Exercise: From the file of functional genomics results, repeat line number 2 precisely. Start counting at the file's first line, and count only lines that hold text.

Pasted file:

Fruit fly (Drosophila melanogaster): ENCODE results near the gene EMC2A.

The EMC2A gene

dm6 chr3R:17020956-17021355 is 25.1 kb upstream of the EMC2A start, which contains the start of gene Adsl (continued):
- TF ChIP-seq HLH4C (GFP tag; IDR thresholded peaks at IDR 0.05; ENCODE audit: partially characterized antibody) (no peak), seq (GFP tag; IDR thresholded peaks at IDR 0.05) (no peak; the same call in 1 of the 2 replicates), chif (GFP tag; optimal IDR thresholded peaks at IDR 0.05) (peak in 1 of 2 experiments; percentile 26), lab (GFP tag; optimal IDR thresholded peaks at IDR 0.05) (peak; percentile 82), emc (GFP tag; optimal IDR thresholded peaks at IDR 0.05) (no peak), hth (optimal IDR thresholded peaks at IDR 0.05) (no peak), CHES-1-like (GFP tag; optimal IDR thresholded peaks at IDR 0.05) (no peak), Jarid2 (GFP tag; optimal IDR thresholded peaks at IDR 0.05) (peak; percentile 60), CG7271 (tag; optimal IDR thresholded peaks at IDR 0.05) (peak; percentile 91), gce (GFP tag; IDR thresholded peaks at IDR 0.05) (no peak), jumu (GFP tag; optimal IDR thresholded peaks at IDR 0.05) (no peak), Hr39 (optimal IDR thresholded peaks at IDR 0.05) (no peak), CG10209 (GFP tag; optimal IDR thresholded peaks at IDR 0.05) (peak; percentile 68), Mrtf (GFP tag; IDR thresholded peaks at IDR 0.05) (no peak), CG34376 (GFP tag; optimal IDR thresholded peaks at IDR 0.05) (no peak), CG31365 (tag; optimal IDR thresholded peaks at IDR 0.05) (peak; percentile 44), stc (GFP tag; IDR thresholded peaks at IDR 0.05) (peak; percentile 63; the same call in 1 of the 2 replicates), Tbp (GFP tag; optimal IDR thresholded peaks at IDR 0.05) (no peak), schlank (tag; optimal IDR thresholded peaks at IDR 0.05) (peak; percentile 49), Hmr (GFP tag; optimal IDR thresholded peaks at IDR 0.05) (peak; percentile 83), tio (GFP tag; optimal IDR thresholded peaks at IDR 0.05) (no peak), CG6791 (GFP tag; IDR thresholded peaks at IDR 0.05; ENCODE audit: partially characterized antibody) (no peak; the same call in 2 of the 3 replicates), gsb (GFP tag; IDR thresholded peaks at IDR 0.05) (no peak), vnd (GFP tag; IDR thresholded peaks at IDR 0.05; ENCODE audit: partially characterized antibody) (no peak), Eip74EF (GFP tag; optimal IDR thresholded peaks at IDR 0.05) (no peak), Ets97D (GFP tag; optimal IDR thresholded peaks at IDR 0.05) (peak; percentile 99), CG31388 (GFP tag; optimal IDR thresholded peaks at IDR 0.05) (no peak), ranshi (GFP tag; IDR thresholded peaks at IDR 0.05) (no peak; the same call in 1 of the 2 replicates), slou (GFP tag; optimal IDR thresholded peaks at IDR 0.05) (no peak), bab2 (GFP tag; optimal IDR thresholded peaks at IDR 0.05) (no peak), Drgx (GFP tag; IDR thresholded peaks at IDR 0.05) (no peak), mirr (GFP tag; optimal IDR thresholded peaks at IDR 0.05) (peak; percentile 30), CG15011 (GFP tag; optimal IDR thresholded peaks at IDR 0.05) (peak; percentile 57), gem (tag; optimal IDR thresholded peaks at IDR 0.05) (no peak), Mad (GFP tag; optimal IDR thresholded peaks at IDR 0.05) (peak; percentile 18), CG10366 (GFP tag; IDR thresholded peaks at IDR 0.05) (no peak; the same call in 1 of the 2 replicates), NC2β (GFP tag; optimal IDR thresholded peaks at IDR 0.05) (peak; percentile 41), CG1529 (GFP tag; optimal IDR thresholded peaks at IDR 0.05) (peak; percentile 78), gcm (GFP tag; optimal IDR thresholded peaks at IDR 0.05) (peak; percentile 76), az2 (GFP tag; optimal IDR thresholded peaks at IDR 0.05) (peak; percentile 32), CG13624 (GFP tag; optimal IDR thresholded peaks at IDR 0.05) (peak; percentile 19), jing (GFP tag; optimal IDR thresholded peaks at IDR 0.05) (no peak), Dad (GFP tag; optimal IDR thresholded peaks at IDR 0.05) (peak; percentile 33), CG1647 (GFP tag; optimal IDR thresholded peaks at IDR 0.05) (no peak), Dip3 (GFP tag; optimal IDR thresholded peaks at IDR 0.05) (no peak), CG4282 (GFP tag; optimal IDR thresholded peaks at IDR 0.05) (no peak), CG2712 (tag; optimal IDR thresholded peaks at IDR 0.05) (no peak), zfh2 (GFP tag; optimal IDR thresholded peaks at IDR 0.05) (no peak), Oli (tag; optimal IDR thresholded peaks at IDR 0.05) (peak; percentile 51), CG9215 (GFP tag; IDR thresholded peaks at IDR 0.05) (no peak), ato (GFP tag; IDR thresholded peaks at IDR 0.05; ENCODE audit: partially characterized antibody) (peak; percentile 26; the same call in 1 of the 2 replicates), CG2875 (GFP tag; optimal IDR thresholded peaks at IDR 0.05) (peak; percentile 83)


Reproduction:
The EMC2A gene